Flintshire council will need to find an additional £380,000 to help fund North Wales Fire Service
North Wales’ cash-strapped councils will have to find an extra £1.7m to fund the fire service after authority members rubber-stamped next year’s budget.
In May proposals to cut jobs, axing engines and shutting or downgrading stations were considered as North Wales Fire and Rescue Service faced a shortfall of almost £2m for 2019/20.
As well as removing an engine from Wrexham, other options on the table included changing the hours of Deeside and/or Rhyl 24 hour stations to day staffing only, and closing one or more of the region’s 36 retained stations.
But amid concerns that such proposals would increase the risk to the public, fire authority members opted for an alternative choice of funding the gap by asking the six councils to help plug the shortfall – despite all of them facing reduced block grants from central government next year.
All six north Wales councils contribute money every year towards the cost of providing fire and rescue services.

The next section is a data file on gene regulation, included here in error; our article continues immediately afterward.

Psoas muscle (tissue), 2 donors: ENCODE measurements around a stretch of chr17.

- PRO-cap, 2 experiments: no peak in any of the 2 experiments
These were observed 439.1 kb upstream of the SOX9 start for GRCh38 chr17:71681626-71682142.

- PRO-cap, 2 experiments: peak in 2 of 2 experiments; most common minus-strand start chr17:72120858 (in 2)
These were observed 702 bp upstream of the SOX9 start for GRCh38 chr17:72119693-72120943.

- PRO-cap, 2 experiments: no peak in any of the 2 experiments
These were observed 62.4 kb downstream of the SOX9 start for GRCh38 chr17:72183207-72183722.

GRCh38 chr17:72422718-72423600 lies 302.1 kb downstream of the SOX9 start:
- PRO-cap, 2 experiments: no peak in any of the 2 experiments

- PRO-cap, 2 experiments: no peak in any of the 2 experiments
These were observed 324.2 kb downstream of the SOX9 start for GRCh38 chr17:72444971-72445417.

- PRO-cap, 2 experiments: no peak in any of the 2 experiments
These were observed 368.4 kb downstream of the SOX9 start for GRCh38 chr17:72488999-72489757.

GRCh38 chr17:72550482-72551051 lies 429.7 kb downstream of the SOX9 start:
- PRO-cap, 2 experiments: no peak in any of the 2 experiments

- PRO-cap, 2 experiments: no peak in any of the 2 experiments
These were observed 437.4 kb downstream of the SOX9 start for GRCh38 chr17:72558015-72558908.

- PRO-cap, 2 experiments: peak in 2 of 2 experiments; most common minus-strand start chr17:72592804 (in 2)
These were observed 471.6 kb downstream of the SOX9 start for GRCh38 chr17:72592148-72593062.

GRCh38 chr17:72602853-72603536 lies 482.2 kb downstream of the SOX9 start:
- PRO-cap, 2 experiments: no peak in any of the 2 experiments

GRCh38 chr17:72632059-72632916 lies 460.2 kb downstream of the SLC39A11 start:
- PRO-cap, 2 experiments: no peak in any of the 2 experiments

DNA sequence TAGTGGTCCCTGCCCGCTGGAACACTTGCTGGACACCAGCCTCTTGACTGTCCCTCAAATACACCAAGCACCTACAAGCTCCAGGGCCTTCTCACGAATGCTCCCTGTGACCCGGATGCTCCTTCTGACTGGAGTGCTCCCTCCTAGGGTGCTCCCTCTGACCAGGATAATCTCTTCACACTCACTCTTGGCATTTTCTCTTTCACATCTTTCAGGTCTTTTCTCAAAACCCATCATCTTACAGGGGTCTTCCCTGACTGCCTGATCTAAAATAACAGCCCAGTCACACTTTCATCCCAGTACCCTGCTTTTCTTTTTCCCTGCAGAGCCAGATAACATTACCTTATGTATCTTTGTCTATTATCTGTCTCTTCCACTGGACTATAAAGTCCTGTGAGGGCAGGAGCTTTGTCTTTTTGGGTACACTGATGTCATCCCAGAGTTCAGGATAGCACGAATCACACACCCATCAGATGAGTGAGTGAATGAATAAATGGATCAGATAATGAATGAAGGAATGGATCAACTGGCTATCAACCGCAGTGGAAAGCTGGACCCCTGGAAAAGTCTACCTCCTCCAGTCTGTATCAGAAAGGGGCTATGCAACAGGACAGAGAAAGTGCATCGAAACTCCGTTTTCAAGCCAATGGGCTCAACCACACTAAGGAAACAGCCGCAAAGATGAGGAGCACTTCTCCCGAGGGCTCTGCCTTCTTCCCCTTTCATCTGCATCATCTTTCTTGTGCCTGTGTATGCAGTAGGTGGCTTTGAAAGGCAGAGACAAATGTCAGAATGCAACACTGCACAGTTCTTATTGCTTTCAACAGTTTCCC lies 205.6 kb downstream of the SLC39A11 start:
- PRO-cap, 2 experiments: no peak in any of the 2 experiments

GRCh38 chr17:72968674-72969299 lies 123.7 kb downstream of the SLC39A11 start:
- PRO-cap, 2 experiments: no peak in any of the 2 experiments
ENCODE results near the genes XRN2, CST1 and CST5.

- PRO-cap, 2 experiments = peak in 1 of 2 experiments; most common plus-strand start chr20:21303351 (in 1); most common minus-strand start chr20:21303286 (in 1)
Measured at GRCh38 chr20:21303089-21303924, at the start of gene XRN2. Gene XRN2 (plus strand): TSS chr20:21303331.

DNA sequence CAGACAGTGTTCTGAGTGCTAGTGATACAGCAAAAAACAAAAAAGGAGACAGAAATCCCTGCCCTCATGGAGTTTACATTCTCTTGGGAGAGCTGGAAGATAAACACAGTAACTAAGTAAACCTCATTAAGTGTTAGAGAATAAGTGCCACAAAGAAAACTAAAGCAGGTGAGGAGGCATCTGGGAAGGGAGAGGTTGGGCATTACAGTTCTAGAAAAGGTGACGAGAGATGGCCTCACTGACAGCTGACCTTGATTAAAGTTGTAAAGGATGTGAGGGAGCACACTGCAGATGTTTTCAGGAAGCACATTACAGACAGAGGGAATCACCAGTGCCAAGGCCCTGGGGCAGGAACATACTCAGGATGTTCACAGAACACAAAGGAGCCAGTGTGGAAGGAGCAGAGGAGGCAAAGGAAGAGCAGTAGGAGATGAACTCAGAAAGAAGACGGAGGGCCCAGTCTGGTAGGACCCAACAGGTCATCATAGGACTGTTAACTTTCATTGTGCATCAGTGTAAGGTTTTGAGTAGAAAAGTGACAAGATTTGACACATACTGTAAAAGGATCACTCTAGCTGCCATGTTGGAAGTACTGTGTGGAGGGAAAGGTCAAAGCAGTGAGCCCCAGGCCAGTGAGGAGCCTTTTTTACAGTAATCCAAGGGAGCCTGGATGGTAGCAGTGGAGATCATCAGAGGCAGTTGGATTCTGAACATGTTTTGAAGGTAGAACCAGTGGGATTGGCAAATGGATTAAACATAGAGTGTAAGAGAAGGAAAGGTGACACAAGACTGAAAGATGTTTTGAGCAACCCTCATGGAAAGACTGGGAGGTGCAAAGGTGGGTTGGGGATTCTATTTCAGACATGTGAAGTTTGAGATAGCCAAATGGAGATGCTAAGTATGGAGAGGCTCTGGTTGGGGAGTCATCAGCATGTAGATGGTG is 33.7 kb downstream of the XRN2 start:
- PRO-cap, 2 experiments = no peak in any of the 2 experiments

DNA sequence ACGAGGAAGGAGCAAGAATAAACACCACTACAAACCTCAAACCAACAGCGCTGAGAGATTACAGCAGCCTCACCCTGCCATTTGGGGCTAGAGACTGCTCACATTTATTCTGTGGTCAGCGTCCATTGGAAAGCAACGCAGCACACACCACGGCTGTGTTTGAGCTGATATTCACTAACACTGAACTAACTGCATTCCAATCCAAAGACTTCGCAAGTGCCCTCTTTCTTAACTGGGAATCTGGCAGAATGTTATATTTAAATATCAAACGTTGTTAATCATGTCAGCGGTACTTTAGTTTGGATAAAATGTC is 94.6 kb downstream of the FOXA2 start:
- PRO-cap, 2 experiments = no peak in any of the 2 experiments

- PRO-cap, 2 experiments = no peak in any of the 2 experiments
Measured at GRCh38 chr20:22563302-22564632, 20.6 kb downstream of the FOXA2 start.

How much the county councils contribute depends on how much the authority has estimated it will need to cover its running costs – which this year amounts to a total of £33,492,878 between them, or the equivalent of 13 pence per day per person.
The additional £1.7m, which is the equivalent of roughly 5% more from each local authority, is slightly less than the £1.9m that had originally been earmarked.
Based on population, the contributions from each local authority will rise ranging from £166,623 from Anglesey Council to £381,161 from Flintshire.
A report states: “The draft revenue budget has been developed using current service provision, mindful of the need to reduce the increase to constituent authorities to less than £1.9m.”
It goes on to note: “The FRA is not holding sufficient reserves to support ongoing running costs and the draft budget would require an increase of £1.7m from constituent authorities.
“This is less than the initial assessment of £1.9m reflecting measures taken as part of the budget setting process.”
By Gareth Williams – Local Democracy Reporter (more here).
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